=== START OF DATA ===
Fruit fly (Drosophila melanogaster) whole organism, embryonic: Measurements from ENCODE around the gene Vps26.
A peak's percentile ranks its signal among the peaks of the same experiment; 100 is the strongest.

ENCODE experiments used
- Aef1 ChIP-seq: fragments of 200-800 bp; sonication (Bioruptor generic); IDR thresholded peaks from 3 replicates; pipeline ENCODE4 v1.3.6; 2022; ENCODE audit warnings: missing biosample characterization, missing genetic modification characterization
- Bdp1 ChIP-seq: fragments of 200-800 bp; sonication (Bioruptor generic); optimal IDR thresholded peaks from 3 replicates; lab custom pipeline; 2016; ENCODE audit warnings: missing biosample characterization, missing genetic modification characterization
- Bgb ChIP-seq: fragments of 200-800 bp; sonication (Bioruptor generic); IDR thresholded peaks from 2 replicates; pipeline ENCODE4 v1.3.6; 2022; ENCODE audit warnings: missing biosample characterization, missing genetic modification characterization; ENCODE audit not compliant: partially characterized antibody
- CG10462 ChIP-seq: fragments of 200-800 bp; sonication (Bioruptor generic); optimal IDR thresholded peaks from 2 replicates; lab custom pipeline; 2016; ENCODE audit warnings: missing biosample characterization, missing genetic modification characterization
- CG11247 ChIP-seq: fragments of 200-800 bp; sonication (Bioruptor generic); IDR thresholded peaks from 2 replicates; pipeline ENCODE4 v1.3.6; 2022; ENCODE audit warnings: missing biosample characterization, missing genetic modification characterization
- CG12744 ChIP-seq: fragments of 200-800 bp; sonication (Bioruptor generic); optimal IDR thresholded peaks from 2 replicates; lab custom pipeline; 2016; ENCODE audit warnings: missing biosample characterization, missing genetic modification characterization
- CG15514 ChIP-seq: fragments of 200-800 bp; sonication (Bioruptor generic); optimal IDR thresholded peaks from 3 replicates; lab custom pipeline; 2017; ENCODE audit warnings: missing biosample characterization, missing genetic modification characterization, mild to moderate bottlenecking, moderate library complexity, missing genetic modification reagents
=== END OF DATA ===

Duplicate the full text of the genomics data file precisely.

Fruit fly (Drosophila melanogaster) whole organism, embryonic: Measurements from ENCODE around the gene Vps26.
A peak's percentile ranks its signal among the peaks of the same experiment; 100 is the strongest.

ENCODE experiments used
- Aef1 ChIP-seq: fragments of 200-800 bp; sonication (Bioruptor generic); IDR thresholded peaks from 3 replicates; pipeline ENCODE4 v1.3.6; 2022; ENCODE audit warnings: missing biosample characterization, missing genetic modification characterization
- Bdp1 ChIP-seq: fragments of 200-800 bp; sonication (Bioruptor generic); optimal IDR thresholded peaks from 3 replicates; lab custom pipeline; 2016; ENCODE audit warnings: missing biosample characterization, missing genetic modification characterization
- Bgb ChIP-seq: fragments of 200-800 bp; sonication (Bioruptor generic); IDR thresholded peaks from 2 replicates; pipeline ENCODE4 v1.3.6; 2022; ENCODE audit warnings: missing biosample characterization, missing genetic modification characterization; ENCODE audit not compliant: partially characterized antibody
- CG10462 ChIP-seq: fragments of 200-800 bp; sonication (Bioruptor generic); optimal IDR thresholded peaks from 2 replicates; lab custom pipeline; 2016; ENCODE audit warnings: missing biosample characterization, missing genetic modification characterization
- CG11247 ChIP-seq: fragments of 200-800 bp; sonication (Bioruptor generic); IDR thresholded peaks from 2 replicates; pipeline ENCODE4 v1.3.6; 2022; ENCODE audit warnings: missing biosample characterization, missing genetic modification characterization
- CG12744 ChIP-seq: fragments of 200-800 bp; sonication (Bioruptor generic); optimal IDR thresholded peaks from 2 replicates; lab custom pipeline; 2016; ENCODE audit warnings: missing biosample characterization, missing genetic modification characterization
- CG15514 ChIP-seq: fragments of 200-800 bp; sonication (Bioruptor generic); optimal IDR thresholded peaks from 3 replicates; lab custom pipeline; 2017; ENCODE audit warnings: missing biosample characterization, missing genetic modification characterization, mild to moderate bottlenecking, moderate library complexity, missing genetic modification reagents